The technical damage done by last Thursday’s massive selloff sparked downside momentum that resulted in another round of significant losses in Friday’s session. Small cap stocks took a beating again, as the Russell 2000 plunged 2.0%, bringing its two-day loss to 4.3%. The S&P Midcap 400, also a former broad market leader, fell 1.8%. The S&P 500, Nasdaq Composite, and Dow Jones Industrial Average lost 1.1%, 1.3%, and 1.0% respectively. Unlike a majority of the recent selloffs, the Dow failed to show relative strength this time. For the week, the Nasdaq Composite plummeted 4.2%, the S&P 500 lost 2.6%, and the Dow Jones Industrials slid 1.7%. Nearly all of those losses occurred in only the last two days.
Total volume in the NYSE was 1% higher than the previous day’s level, but turnover in the Nasdaq declined by 8%. The losses on higher volume in the NYSE resulted in the S&P 500 registering its second consecutive “distribution day.” The lighter volume in the Nasdaq prevented the index from having its fourth straight day of distribution, but the six confirmed days of institutional selling within the past four weeks has already led to a severely negative effect. Market internals in last Friday’s session were quite ugly. In both exchanges, declining volume exceeded advancing volume by a ratio of approximately 5 to 1.
In the May 12 issue of The Wagner Daily, we mentioned that the Nasdaq was more likely to continue lower and test support of its prior lows from February and March than to reverse back up to resistance of its 50-day MA. However, we did not necessarily expect that to happen just one day later!
As the dashed horizontal line on the chart above illustrates, the Nasdaq finished the week right at support of its prior lows, which also happens to be the lowest level of the calendar year. The 200-day moving average, rising from below, is just 0.6% lower. Because the Nasdaq found support at this price level on three separate occasions earlier this year, the index could attempt to once again bounce off support at the 2,230 to 2,240 area. But even if it does, we would view any significant retracement as an opportunity to initiate new short positions in the sectors that have been showing the most relative weakness (semiconductors, networkers, internets, etc). If you are still long any positions that are under water, you should definitely consider selling them into any strength.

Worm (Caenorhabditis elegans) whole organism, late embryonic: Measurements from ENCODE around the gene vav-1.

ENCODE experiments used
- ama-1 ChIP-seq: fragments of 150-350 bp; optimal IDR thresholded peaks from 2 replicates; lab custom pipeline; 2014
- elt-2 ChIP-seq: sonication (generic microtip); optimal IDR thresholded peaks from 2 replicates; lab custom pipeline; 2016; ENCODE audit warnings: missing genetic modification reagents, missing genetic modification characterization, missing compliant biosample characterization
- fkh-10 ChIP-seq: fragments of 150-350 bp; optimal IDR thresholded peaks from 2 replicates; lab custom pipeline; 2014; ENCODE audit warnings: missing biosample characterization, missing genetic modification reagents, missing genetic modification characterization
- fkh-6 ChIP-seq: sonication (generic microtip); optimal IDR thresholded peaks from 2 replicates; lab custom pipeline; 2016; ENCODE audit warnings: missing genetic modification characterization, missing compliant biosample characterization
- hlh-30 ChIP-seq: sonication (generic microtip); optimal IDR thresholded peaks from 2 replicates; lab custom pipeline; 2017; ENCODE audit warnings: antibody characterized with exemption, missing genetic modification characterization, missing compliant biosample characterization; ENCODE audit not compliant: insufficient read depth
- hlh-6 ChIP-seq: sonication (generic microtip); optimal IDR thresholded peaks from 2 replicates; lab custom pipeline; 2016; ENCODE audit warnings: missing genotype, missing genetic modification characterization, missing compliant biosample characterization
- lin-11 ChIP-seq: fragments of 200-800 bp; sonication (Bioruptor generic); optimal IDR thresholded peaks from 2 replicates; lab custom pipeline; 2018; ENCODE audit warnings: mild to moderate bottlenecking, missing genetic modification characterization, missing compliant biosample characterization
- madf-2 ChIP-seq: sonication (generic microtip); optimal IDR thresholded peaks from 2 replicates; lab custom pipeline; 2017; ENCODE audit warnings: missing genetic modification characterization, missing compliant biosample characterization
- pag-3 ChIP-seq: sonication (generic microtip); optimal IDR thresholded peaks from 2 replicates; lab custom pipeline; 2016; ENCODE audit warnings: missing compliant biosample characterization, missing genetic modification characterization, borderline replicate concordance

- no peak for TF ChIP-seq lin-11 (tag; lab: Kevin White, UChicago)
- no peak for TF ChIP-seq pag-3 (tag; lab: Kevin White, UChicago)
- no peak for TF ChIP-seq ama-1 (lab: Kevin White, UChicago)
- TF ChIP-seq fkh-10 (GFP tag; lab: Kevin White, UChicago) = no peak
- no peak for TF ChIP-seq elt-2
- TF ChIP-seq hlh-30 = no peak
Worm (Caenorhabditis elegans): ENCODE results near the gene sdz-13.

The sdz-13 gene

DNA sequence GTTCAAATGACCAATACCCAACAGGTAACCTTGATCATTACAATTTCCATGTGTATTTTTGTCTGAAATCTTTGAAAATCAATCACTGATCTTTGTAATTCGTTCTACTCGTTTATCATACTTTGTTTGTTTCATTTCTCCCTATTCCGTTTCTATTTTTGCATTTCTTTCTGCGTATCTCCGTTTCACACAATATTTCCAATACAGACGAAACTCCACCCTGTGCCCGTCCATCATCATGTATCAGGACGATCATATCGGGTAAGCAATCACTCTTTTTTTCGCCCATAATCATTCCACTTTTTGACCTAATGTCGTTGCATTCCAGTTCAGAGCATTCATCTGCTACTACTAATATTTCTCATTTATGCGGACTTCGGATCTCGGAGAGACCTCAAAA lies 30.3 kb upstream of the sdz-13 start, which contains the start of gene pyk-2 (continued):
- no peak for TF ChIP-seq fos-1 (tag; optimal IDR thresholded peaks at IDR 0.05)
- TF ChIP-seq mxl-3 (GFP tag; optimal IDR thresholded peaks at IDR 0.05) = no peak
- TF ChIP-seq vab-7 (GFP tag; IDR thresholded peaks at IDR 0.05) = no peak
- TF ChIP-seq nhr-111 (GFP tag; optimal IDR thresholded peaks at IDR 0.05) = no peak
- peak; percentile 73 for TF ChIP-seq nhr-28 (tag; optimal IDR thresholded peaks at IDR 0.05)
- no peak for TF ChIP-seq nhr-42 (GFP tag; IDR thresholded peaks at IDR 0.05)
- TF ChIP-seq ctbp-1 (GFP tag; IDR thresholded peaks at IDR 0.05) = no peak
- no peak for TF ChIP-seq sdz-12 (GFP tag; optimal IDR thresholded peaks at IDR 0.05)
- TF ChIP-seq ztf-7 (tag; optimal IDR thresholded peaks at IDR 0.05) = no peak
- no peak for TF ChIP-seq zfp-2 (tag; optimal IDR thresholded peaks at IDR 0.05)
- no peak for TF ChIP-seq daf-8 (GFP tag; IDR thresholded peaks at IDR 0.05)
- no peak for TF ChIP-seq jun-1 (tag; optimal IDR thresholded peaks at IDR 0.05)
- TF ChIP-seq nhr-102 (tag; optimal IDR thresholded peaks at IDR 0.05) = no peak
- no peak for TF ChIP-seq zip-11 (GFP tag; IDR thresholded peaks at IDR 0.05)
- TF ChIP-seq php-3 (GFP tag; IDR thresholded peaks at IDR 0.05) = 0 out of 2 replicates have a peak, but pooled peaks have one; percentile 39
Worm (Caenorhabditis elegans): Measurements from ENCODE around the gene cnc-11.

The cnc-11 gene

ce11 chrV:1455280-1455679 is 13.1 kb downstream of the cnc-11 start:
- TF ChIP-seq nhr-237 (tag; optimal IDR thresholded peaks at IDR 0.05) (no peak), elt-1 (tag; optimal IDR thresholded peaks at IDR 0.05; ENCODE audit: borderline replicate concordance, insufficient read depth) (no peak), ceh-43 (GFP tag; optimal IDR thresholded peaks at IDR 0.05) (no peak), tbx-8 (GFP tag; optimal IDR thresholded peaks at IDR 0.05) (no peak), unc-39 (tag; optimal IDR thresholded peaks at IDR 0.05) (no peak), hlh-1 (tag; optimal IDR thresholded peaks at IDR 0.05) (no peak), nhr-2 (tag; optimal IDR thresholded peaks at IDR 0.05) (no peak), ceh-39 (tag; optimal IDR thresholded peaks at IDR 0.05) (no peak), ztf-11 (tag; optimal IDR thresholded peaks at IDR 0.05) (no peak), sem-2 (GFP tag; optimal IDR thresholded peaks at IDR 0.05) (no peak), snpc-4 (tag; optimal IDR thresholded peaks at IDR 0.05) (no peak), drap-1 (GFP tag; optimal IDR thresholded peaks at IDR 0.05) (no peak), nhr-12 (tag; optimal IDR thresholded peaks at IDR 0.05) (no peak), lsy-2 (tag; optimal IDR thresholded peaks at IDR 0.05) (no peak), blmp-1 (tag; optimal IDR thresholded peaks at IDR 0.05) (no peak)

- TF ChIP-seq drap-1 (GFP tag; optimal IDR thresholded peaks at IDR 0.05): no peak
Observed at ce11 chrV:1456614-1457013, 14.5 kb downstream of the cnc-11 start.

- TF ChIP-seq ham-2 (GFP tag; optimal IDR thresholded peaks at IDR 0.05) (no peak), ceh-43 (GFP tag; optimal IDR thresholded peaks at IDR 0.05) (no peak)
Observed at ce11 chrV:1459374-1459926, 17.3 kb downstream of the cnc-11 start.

The daily chart of the S&P 500 is beginning to look a bit ominous. Only three days ago, the index was consolidating at a new five-year high that resulted from its May 5 breakout, but the breakout failed and now the index has fallen all the way back down below its 50-day moving average. As we mentioned last week, failed breakouts that occur after several months of sideways consolidations often lead to substantial downward momentum because the all the people who bought during the consolidation and the breakout become trapped and are forced to sell. This, in turn, attracts the short sellers as well. Such a chain of events is also the reason why stocks typically fall much faster than they go up. Next support for the S&P is the April low of 1,280. Resistance, of course, will be found all the way back up to the prior breakout level: